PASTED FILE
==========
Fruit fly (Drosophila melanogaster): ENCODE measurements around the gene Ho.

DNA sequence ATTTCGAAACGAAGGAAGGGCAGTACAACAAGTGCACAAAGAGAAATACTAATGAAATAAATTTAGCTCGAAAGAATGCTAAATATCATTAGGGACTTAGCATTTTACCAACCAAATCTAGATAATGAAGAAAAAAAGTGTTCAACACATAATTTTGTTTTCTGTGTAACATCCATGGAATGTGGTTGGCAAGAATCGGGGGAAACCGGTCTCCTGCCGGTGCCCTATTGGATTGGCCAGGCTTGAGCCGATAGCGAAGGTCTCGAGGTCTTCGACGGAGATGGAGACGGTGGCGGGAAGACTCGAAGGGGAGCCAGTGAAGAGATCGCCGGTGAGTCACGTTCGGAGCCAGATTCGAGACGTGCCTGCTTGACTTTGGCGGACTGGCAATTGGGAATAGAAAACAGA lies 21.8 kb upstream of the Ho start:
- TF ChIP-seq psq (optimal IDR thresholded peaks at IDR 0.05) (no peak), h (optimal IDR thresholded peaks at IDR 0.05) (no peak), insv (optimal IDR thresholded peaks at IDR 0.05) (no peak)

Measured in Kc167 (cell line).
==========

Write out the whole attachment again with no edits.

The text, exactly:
Fruit fly (Drosophila melanogaster): ENCODE measurements around the gene Ho.

DNA sequence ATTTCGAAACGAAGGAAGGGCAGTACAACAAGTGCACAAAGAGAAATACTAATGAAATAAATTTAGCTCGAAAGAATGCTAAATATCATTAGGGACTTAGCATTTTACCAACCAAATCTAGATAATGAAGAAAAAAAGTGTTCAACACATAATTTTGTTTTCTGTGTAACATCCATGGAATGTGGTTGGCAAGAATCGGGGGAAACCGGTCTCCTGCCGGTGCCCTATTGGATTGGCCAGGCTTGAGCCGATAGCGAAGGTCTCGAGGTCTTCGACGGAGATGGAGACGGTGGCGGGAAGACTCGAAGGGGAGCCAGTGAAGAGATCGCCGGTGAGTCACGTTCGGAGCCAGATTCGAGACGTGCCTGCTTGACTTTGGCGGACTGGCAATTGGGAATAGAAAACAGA lies 21.8 kb upstream of the Ho start:
- TF ChIP-seq psq (optimal IDR thresholded peaks at IDR 0.05) (no peak), h (optimal IDR thresholded peaks at IDR 0.05) (no peak), insv (optimal IDR thresholded peaks at IDR 0.05) (no peak)

Measured in Kc167 (cell line).